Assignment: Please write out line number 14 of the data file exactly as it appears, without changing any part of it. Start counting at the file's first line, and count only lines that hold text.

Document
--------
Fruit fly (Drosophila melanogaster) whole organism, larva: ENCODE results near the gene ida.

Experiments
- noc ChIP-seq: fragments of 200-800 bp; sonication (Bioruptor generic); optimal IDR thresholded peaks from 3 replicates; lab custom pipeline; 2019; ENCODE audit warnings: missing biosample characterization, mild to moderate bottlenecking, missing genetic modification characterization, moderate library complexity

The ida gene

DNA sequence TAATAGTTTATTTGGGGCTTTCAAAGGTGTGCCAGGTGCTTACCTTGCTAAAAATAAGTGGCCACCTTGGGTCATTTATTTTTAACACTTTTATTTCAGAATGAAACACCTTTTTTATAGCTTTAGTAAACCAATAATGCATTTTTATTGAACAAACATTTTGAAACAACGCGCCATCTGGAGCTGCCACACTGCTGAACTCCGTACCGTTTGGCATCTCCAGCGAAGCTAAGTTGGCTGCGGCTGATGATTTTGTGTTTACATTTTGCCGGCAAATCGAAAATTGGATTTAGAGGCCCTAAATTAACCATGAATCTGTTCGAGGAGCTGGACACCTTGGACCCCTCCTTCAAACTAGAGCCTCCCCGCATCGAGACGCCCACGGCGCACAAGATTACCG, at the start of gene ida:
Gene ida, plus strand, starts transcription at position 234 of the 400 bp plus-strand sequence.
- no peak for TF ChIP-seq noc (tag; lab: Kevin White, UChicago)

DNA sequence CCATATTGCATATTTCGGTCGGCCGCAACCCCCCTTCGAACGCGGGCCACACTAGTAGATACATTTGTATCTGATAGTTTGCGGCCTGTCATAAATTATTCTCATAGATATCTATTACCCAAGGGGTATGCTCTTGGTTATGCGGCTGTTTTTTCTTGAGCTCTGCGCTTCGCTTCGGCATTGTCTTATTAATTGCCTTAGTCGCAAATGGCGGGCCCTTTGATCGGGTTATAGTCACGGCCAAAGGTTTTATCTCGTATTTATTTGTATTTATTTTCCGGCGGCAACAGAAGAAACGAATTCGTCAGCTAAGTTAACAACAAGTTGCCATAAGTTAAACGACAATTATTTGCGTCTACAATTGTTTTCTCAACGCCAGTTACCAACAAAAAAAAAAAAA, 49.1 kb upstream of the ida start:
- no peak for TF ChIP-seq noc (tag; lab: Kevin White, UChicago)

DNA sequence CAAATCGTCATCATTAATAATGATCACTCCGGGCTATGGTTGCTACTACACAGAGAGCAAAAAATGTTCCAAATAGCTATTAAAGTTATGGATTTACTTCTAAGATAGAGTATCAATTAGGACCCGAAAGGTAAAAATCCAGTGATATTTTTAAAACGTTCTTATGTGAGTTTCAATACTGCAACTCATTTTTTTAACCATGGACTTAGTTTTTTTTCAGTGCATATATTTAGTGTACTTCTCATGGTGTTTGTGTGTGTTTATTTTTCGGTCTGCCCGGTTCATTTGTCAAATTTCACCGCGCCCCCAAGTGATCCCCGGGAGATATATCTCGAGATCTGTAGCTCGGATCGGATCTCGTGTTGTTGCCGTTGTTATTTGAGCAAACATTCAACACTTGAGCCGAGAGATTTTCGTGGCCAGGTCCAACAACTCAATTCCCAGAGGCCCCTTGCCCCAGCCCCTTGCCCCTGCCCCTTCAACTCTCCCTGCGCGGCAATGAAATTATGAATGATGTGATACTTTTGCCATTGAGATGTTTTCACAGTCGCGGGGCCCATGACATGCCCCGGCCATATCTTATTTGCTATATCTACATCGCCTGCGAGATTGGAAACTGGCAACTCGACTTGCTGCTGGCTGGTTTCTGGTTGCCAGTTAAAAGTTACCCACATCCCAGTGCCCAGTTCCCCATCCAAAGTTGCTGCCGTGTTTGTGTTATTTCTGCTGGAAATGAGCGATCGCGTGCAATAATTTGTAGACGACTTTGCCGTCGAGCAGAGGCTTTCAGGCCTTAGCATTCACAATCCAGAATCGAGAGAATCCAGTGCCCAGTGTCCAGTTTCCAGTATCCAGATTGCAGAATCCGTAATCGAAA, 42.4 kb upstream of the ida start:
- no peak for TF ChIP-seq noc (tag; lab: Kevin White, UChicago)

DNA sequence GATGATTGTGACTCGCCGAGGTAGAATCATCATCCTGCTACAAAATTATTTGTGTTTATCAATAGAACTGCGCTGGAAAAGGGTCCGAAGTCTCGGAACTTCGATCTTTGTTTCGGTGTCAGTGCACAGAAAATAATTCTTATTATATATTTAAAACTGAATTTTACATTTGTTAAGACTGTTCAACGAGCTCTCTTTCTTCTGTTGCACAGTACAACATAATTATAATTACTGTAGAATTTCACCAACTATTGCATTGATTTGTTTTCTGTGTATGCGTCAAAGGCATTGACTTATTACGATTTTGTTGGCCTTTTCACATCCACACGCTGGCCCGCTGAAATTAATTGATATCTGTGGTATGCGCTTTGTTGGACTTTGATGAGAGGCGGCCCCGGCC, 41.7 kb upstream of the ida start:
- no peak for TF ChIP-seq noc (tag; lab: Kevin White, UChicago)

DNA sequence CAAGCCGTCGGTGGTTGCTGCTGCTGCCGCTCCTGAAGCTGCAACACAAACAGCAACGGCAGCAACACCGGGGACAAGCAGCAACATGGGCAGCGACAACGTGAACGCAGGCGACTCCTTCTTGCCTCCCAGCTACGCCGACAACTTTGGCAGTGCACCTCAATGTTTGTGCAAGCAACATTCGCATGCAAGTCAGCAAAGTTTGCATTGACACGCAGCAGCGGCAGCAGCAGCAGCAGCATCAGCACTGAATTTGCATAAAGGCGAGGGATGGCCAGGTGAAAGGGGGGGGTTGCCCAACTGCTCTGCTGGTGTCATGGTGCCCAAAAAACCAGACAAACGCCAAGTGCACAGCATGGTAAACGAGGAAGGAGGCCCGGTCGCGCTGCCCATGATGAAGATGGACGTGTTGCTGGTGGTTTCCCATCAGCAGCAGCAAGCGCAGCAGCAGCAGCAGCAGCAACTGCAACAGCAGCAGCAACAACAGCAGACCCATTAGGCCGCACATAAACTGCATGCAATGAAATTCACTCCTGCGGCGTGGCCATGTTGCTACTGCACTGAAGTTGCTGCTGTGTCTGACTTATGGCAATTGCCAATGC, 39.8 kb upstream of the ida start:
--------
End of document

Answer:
DNA sequence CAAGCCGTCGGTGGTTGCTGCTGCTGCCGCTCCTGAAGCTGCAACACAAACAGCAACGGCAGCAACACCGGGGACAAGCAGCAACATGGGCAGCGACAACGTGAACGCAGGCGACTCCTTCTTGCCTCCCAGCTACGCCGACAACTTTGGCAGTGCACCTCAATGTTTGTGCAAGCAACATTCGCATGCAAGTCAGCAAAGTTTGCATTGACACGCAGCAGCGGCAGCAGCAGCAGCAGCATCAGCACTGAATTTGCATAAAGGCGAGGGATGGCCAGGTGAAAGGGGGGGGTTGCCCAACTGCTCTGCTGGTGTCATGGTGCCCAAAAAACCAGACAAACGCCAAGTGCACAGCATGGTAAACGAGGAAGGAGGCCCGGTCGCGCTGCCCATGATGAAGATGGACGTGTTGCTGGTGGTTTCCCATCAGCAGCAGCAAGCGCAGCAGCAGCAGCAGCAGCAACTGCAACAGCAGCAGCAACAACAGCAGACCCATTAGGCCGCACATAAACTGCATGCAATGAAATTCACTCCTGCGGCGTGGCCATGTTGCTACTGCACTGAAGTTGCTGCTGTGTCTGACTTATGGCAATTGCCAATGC, 39.8 kb upstream of the ida start: